Top 15 Books of 2015

Wednesday, 23 December 2015 2 comments
Hey guys! Personally, 2015 has been an amazing reading year for me. In December 2014, I set myself a goal to read 50 books and at the time, I strongly believed that to be a push. In previous years I barely read 10 books, let alone 5 times that amount! To celebrate this momentous occasion, and to coincide with my 16 Most Anticipated Books of 2016 post, I am here today to discuss the 15 books that I feel were top notch throughout the past year!

As it currently stands, I have read 69/50 books. That's 19 books over my initial target! I have previously extended this target to see if I can reach 70 books and as you can see, I'm almost there! Now when it comes to choosing my favourite books of the year, you can imagine it's very difficult to narrow down the list from 70 to just 15. Extremely difficult in fact! Unfortunately, not every book that I have loved can be mentioned, because that would easily go beyond my recommended 15 and what's the point if it doesn't match the year! We need to have some cohesion in this blog! 

It goes without saying, therefore, that if there is a book that I adored that isn't on the list, it doesn't necessarily mean it isn't worthy of my list. In fact, there are many that should and very much could be on this list, but I've been strict with myself. So without further ado, and in no particular order, here are my Top 15 Books of 2015!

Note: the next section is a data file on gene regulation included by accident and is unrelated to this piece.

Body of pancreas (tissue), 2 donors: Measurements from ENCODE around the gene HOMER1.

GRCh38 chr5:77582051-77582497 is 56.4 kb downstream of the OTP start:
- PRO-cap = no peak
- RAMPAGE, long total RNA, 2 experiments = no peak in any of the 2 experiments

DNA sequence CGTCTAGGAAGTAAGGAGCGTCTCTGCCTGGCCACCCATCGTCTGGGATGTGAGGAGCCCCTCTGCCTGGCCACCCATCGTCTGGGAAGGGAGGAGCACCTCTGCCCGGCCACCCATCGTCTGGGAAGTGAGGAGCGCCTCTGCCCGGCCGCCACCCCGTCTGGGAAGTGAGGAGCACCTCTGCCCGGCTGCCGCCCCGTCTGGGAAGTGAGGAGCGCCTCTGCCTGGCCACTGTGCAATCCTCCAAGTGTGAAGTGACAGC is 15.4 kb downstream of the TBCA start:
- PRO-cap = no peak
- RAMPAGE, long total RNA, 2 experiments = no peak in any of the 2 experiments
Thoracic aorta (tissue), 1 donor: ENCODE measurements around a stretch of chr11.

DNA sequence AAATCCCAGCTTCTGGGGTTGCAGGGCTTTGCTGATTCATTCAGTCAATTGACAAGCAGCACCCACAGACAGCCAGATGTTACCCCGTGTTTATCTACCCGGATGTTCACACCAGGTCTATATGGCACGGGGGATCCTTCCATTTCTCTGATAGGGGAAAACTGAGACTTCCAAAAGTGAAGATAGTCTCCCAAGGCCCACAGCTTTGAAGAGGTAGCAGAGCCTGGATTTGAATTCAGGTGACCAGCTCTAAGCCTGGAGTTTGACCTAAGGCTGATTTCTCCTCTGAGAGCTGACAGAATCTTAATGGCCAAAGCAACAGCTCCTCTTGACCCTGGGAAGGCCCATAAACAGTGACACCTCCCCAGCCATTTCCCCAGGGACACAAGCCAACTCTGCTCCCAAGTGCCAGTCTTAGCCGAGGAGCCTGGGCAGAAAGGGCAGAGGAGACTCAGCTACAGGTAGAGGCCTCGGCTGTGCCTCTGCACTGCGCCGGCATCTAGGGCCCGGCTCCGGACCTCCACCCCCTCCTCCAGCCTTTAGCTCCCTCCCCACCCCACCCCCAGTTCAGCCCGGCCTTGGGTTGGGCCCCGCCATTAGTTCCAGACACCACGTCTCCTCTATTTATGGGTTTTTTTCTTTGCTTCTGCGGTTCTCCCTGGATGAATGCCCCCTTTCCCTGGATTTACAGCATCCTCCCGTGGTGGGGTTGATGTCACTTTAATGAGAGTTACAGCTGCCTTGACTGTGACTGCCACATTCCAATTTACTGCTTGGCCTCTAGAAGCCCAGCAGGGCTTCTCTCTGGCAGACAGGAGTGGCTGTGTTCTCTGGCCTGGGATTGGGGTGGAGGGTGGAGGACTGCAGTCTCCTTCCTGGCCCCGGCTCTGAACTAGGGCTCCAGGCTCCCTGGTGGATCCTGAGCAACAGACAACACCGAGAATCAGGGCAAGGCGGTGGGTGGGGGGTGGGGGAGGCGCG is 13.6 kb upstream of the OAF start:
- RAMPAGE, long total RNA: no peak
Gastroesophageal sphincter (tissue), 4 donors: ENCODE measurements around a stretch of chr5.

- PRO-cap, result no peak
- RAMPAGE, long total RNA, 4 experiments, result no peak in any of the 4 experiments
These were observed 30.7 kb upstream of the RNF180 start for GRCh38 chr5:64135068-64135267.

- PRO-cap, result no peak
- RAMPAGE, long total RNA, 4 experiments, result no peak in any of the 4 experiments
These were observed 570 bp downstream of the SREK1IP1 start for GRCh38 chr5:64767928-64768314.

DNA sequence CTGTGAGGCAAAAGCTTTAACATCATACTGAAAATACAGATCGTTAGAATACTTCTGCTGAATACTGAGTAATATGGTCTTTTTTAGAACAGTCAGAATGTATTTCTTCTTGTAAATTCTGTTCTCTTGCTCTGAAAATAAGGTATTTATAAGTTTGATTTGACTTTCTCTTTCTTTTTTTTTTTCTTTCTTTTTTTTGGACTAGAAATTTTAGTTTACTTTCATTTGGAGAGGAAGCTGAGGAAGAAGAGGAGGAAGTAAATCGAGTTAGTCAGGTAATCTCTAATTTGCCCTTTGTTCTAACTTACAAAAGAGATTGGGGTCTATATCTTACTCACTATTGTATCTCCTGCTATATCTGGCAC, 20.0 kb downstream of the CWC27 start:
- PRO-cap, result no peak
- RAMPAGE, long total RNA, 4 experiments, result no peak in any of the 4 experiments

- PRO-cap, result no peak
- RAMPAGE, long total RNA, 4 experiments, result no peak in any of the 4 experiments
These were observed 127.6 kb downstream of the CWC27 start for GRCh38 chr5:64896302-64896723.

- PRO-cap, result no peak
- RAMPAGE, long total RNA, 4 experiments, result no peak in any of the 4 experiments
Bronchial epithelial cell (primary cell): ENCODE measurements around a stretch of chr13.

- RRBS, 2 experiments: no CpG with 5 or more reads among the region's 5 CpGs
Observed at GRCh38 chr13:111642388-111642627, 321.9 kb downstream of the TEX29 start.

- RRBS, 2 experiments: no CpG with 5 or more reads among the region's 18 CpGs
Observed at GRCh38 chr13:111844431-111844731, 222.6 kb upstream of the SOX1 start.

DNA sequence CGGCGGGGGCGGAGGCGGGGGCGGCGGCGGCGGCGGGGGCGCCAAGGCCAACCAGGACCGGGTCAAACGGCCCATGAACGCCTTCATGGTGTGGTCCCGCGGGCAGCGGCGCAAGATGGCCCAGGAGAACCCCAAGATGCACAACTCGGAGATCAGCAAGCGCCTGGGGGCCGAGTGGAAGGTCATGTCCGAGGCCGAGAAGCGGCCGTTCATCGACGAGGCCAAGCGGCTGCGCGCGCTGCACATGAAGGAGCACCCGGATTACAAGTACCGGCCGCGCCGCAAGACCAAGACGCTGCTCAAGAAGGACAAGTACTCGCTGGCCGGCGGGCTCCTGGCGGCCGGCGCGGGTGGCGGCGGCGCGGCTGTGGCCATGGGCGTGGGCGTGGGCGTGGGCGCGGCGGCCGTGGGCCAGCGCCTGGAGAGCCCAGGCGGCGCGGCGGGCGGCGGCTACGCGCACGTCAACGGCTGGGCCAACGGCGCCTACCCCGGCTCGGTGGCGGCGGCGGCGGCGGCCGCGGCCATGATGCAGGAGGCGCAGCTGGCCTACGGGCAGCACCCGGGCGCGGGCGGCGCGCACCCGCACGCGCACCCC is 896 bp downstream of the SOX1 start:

Trouble by Non Pratt
When the entire high school finds out that Hannah Shepard is pregnant via her ex-best friend, she has a full-on meltdown in her backyard. The one witness (besides the rest of the world): Aaron Tyler, a transfer student and the only boy who doesn’t seem to want to get into Hannah’s pants. Confused and scared, Hannah needs someone to be on her side. Wishing to make up for his own past mistakes, Aaron does the unthinkable and offers to pretend to be the father of Hannah’s unborn baby. Even more unbelievable, Hannah hears herself saying “yes.”

Told in alternating perspectives between Hannah and Aaron, Trouble is the story of two teenagers helping each other to move forward in the wake of tragedy and devastating choices. As you read about their year of loss, regret, and hope, you’ll remember your first, real best friend—and how they were like a first love.

 Red Queen by Victoria Aveyard
This is a world divided by blood – red or silver.

The Reds are commoners, ruled by a Silver elite in possession of god-like superpowers. And to Mare Barrow, a seventeen-year-old Red girl from the poverty-stricken Stilts, it seems like nothing will ever change.

That is, until she finds herself working in the Silver Palace. Here, surrounded by the people she hates the most, Mare discovers that, despite her red blood, she possesses a deadly power of her own. One that threatens to destroy the balance of power.